Story by Ryan Gavin
Gus T. Ridgel came to Mizzou in 1950 to pursue his master’s in economics after graduating magna cum laude from Lincoln University with his bachelor’s in business. He had to sue for entrance to the university, which was during the ‘separate but equal’ times before the Brown v. Board decision in 1954. Ridgel was one of nine students admitted in the desegregation of the university.
“Our university is forever indebted to Dr. Ridgel. He was a trailblazer who not only endured discrimination, but persevered through his resilience and steadfast belief that his work would enable future generations of Black students to pursue their education at the university,” former interim UM System President Michael Middleton, President Mun Choi and Provost Latha Ramchand shared in a statement. “Our continuing work to improve inclusion and diversity at the university is profoundly impacted by Dr. Ridgel’s fight for equality, his courage and his humanity.”
Being admitted to MU wasn’t Ridgel’s only challenge. When he arrived at Mizzou, he lived alone in a two-person room because others refused to live with him. And money from the Poplar Bluff native’s GI Bill had run out. While the NAACP stepped in to help, the funds weren’t there for the duration of the two-year program.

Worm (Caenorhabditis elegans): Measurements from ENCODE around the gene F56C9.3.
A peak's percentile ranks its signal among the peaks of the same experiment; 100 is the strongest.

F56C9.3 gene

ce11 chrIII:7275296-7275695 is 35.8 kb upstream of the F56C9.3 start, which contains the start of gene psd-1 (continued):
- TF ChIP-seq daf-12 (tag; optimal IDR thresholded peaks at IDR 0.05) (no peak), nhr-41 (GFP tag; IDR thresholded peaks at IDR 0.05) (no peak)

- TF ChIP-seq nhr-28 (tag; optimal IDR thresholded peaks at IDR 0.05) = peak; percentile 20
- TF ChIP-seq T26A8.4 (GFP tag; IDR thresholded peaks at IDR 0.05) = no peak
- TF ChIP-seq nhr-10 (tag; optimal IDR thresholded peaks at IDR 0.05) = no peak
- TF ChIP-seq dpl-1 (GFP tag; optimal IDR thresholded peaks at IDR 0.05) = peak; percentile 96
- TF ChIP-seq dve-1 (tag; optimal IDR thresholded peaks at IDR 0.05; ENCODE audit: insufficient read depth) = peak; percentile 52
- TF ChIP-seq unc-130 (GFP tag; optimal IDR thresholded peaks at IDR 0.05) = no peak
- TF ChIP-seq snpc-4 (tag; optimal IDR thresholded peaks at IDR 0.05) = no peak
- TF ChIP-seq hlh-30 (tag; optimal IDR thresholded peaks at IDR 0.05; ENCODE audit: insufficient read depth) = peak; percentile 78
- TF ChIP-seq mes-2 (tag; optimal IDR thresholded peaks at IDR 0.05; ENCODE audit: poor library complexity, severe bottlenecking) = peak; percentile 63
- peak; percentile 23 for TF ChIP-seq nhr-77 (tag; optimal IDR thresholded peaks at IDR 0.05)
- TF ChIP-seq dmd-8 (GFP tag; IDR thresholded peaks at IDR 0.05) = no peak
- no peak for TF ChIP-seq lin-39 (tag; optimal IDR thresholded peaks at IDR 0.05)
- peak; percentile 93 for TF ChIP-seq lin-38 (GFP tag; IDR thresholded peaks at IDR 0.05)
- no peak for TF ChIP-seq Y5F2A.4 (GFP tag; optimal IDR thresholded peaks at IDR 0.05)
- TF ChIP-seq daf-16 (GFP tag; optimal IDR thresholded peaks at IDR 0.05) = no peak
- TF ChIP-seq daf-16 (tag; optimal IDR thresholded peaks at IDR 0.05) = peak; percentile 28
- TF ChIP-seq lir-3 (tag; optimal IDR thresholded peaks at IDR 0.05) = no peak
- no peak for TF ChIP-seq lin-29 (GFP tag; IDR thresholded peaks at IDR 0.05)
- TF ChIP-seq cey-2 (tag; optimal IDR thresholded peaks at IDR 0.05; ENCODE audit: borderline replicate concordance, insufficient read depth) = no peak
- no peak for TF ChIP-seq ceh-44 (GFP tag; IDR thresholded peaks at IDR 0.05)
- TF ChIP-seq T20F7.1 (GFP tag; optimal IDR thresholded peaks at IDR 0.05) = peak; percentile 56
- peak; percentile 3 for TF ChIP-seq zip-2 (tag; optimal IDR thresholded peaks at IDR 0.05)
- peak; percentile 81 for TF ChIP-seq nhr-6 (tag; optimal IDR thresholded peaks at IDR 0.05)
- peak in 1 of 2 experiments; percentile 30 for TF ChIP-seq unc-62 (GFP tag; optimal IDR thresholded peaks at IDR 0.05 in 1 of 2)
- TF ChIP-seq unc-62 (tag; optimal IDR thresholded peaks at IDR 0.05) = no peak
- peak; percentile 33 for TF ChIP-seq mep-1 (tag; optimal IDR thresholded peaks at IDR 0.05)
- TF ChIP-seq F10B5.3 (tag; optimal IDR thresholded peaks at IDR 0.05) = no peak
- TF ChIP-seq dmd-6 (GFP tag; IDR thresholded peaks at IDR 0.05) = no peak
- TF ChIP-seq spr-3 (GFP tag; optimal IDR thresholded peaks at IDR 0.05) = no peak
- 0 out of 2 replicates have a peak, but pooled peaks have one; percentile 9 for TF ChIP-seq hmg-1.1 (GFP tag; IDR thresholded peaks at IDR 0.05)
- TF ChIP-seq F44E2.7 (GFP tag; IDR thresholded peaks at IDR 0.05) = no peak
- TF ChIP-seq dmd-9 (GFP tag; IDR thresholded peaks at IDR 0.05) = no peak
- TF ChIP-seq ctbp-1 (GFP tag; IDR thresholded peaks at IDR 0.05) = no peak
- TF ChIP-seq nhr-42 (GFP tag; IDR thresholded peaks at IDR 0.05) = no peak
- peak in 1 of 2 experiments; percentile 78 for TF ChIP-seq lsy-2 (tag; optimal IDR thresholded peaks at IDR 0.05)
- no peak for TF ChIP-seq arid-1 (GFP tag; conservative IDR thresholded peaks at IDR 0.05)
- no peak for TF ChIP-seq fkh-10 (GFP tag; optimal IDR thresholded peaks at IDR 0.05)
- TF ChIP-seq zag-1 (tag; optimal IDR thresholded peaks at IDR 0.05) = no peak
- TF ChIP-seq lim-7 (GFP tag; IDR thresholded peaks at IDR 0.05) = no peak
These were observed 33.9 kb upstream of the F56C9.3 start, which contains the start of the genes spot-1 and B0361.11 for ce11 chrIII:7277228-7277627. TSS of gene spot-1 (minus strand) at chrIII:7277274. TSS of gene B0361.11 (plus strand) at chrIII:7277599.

Working with his advisor and the department chair, Ridgel found a way to complete the four-semester program in just two semesters. And he did it with honors.
In a 2013 interview with MIZZOU magazine, he called the process a “seven‐day‐a‐week‐job. There wasn’t a lot of time for social events.” And though he spent much time on classes and thesis writing, he also lacked options due to racism.
After the dining halls closed for the evening, there was only one place near campus — a coffee shop near University Bookstore — where a Black student could get something to eat. When he went for lunch at a different nearby restaurant between classes, his white friends were told they could be served, but Ridgel had to leave. They all walked out.
Ridgel said he was aware he was one of the first Black students on campus, but he didn’t focus on it. His objective was just to graduate. “My ‘first’ was purely coincidental,” he said.
“I’m so grateful for the work that Dr. Ridgel has done and the legacy he has left behind,” said Zion Ford, President of the Legion of Black Collegians. “I’m saddened to hear about his passing, and I hope that Mizzou will justly honor him in the near future. It’s important that we not only look at him as an ancestor and pioneer, but also a beacon of change and hope.”
After graduating, Ridgel taught for a year at Fort Valley State University to replenish his bank account before going on to earn a doctorate in economics from the University of Wisconsin and doing postdoctoral work at the University of Chicago, Indiana University, Duke University and other schools.